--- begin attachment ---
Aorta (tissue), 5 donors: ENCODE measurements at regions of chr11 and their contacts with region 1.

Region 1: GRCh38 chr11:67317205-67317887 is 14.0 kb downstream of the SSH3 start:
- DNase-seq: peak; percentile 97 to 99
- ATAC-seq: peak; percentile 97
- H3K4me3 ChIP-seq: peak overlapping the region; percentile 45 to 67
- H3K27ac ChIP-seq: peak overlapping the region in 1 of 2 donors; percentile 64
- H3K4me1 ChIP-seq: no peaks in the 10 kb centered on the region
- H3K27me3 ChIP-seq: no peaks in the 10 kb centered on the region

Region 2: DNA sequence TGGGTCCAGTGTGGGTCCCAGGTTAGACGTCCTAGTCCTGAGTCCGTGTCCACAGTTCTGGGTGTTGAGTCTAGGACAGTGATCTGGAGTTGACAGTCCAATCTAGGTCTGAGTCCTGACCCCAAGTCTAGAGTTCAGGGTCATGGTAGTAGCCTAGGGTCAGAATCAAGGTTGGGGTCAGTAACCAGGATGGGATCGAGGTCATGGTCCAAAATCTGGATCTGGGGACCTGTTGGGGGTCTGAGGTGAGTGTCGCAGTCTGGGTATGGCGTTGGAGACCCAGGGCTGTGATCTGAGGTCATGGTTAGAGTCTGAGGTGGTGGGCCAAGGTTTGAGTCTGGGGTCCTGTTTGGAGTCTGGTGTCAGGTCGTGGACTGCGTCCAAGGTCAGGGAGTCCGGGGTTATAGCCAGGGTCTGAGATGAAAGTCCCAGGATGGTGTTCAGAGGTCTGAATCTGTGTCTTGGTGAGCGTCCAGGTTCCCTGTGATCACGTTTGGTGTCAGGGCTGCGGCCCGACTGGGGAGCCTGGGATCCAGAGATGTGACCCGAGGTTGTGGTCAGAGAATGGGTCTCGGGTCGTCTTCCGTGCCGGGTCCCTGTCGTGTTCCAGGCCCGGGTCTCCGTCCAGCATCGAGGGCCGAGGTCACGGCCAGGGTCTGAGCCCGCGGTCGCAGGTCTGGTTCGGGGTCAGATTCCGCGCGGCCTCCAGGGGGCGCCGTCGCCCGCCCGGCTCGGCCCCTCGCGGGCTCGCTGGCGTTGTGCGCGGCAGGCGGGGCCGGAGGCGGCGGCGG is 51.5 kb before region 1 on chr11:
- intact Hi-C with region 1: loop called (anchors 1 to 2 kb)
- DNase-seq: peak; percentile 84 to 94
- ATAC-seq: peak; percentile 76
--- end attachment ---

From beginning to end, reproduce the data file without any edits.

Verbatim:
Aorta (tissue), 5 donors: ENCODE measurements at regions of chr11 and their contacts with region 1.

Region 1: GRCh38 chr11:67317205-67317887 is 14.0 kb downstream of the SSH3 start:
- DNase-seq: peak; percentile 97 to 99
- ATAC-seq: peak; percentile 97
- H3K4me3 ChIP-seq: peak overlapping the region; percentile 45 to 67
- H3K27ac ChIP-seq: peak overlapping the region in 1 of 2 donors; percentile 64
- H3K4me1 ChIP-seq: no peaks in the 10 kb centered on the region
- H3K27me3 ChIP-seq: no peaks in the 10 kb centered on the region

Region 2: DNA sequence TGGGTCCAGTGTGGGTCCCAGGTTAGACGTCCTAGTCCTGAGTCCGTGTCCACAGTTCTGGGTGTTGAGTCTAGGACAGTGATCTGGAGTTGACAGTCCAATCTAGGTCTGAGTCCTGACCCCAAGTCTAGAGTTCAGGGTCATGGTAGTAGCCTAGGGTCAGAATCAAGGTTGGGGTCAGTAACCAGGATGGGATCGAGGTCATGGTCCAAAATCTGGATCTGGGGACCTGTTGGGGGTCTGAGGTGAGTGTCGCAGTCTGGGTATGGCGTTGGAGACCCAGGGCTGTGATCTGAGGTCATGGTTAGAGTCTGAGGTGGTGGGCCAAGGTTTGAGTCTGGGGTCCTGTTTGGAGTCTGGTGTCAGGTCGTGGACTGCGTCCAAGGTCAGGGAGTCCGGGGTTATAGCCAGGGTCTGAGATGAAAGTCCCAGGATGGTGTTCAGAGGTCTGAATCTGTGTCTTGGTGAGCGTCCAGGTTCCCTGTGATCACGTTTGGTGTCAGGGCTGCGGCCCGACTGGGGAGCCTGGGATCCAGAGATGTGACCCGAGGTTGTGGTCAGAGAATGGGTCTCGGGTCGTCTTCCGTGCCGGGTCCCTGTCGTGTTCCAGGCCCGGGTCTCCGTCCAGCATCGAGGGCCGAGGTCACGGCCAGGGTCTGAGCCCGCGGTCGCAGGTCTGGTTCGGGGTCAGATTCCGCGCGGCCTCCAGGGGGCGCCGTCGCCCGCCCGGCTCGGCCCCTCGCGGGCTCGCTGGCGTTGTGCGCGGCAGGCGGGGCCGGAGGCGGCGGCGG is 51.5 kb before region 1 on chr11:
- intact Hi-C with region 1: loop called (anchors 1 to 2 kb)
- DNase-seq: peak; percentile 84 to 94
- ATAC-seq: peak; percentile 76